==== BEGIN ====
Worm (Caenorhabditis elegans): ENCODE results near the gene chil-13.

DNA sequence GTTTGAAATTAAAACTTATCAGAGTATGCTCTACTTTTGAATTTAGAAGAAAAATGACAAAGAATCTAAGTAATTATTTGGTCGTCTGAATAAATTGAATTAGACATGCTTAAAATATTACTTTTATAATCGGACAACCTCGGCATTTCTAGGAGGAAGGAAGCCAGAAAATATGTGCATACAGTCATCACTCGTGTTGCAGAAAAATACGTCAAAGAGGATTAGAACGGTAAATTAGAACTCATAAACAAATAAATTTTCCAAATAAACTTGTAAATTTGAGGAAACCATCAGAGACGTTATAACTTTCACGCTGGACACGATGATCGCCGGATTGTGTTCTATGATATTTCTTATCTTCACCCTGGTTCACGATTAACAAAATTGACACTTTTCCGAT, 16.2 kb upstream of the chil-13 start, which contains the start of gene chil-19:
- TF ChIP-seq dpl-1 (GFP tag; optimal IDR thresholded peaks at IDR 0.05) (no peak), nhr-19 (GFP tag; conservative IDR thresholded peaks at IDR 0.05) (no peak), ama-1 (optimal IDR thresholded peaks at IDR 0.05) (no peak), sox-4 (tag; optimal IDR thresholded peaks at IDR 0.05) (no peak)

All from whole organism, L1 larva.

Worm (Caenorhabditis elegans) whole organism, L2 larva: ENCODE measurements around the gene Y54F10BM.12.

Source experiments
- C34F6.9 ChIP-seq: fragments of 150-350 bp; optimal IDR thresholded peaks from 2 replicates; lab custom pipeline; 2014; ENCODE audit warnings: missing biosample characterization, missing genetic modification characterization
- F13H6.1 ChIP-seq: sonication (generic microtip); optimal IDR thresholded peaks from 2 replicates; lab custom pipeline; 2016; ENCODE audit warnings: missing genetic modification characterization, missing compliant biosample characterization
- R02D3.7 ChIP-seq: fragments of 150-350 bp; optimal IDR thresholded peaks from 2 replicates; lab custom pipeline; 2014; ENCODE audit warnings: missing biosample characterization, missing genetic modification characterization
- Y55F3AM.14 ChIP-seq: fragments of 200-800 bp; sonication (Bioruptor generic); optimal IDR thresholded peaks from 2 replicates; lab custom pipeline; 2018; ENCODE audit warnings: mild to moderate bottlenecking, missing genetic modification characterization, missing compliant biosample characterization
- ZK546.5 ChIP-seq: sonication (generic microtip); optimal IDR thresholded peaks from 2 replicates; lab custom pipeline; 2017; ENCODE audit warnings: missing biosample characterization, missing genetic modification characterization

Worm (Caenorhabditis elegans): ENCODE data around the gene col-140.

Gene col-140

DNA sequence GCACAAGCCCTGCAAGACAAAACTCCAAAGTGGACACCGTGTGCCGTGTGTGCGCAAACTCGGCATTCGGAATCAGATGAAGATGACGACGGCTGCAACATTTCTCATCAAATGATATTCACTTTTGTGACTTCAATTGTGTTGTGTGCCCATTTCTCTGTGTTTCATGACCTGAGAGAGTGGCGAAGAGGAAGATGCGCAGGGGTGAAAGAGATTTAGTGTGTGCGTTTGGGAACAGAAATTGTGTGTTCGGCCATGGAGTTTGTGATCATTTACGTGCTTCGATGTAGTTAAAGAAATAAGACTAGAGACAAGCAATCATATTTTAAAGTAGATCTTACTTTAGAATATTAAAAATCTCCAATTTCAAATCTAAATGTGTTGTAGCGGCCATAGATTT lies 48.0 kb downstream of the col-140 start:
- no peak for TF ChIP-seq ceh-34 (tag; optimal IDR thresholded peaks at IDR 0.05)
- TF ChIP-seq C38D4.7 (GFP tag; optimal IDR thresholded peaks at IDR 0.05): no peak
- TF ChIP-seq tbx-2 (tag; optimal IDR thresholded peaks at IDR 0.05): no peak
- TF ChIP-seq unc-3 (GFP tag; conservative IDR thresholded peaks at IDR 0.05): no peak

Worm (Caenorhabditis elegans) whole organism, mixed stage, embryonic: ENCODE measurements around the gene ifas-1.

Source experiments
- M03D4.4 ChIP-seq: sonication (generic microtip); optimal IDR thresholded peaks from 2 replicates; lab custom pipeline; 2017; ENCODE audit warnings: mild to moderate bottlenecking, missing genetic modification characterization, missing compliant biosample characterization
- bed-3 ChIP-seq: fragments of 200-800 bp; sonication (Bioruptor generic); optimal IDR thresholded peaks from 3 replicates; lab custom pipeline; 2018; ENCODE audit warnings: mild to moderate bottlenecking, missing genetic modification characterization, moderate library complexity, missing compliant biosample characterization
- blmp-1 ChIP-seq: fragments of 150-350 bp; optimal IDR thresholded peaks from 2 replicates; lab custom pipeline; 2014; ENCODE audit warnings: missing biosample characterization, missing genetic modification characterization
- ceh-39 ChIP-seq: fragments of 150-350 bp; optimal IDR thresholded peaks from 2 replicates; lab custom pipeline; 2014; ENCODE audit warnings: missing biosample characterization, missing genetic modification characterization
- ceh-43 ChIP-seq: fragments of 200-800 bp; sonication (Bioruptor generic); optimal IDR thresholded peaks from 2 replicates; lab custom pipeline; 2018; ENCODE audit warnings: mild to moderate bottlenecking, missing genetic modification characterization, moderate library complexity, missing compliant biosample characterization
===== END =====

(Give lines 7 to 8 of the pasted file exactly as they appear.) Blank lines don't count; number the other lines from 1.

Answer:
- C34F6.9 ChIP-seq: fragments of 150-350 bp; optimal IDR thresholded peaks from 2 replicates; lab custom pipeline; 2014; ENCODE audit warnings: missing biosample characterization, missing genetic modification characterization
- F13H6.1 ChIP-seq: sonication (generic microtip); optimal IDR thresholded peaks from 2 replicates; lab custom pipeline; 2016; ENCODE audit warnings: missing genetic modification characterization, missing compliant biosample characterization